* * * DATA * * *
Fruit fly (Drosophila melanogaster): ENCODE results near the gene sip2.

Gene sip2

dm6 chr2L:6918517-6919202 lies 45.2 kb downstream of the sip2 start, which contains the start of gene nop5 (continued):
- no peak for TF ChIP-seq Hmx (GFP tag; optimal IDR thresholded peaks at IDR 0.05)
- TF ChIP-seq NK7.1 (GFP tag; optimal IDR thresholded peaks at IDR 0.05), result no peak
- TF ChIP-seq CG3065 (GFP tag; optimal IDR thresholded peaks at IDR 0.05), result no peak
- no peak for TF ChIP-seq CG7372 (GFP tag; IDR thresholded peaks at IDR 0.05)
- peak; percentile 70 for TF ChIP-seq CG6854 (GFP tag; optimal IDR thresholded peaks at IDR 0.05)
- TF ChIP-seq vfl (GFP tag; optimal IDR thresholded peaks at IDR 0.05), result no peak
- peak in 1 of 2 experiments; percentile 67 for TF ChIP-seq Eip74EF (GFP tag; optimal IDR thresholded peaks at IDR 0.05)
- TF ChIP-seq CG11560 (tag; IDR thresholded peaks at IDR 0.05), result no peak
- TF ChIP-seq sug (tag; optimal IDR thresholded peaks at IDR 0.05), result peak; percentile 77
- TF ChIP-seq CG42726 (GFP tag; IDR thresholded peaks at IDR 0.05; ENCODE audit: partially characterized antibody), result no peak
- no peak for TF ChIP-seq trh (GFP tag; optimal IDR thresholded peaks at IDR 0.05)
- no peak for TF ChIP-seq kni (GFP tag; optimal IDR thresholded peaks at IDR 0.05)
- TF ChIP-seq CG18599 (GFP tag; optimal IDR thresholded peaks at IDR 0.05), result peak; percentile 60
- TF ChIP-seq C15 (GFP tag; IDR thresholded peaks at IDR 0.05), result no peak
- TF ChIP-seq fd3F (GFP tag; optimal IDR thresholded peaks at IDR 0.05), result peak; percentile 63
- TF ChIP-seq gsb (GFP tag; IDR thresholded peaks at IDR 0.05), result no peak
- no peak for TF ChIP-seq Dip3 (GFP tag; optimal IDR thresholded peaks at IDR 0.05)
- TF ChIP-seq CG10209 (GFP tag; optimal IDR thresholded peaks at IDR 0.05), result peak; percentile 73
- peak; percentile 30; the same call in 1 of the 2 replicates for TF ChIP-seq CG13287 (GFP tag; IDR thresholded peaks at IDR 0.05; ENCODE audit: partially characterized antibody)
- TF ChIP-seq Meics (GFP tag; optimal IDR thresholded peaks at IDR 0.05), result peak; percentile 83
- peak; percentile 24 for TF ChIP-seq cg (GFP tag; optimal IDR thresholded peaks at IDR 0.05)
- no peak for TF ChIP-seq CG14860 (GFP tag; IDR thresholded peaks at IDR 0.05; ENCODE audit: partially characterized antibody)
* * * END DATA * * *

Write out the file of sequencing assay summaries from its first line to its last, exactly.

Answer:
Fruit fly (Drosophila melanogaster): ENCODE results near the gene sip2.

Gene sip2

dm6 chr2L:6918517-6919202 lies 45.2 kb downstream of the sip2 start, which contains the start of gene nop5 (continued):
- no peak for TF ChIP-seq Hmx (GFP tag; optimal IDR thresholded peaks at IDR 0.05)
- TF ChIP-seq NK7.1 (GFP tag; optimal IDR thresholded peaks at IDR 0.05), result no peak
- TF ChIP-seq CG3065 (GFP tag; optimal IDR thresholded peaks at IDR 0.05), result no peak
- no peak for TF ChIP-seq CG7372 (GFP tag; IDR thresholded peaks at IDR 0.05)
- peak; percentile 70 for TF ChIP-seq CG6854 (GFP tag; optimal IDR thresholded peaks at IDR 0.05)
- TF ChIP-seq vfl (GFP tag; optimal IDR thresholded peaks at IDR 0.05), result no peak
- peak in 1 of 2 experiments; percentile 67 for TF ChIP-seq Eip74EF (GFP tag; optimal IDR thresholded peaks at IDR 0.05)
- TF ChIP-seq CG11560 (tag; IDR thresholded peaks at IDR 0.05), result no peak
- TF ChIP-seq sug (tag; optimal IDR thresholded peaks at IDR 0.05), result peak; percentile 77
- TF ChIP-seq CG42726 (GFP tag; IDR thresholded peaks at IDR 0.05; ENCODE audit: partially characterized antibody), result no peak
- no peak for TF ChIP-seq trh (GFP tag; optimal IDR thresholded peaks at IDR 0.05)
- no peak for TF ChIP-seq kni (GFP tag; optimal IDR thresholded peaks at IDR 0.05)
- TF ChIP-seq CG18599 (GFP tag; optimal IDR thresholded peaks at IDR 0.05), result peak; percentile 60
- TF ChIP-seq C15 (GFP tag; IDR thresholded peaks at IDR 0.05), result no peak
- TF ChIP-seq fd3F (GFP tag; optimal IDR thresholded peaks at IDR 0.05), result peak; percentile 63
- TF ChIP-seq gsb (GFP tag; IDR thresholded peaks at IDR 0.05), result no peak
- no peak for TF ChIP-seq Dip3 (GFP tag; optimal IDR thresholded peaks at IDR 0.05)
- TF ChIP-seq CG10209 (GFP tag; optimal IDR thresholded peaks at IDR 0.05), result peak; percentile 73
- peak; percentile 30; the same call in 1 of the 2 replicates for TF ChIP-seq CG13287 (GFP tag; IDR thresholded peaks at IDR 0.05; ENCODE audit: partially characterized antibody)
- TF ChIP-seq Meics (GFP tag; optimal IDR thresholded peaks at IDR 0.05), result peak; percentile 83
- peak; percentile 24 for TF ChIP-seq cg (GFP tag; optimal IDR thresholded peaks at IDR 0.05)
- no peak for TF ChIP-seq CG14860 (GFP tag; IDR thresholded peaks at IDR 0.05; ENCODE audit: partially characterized antibody)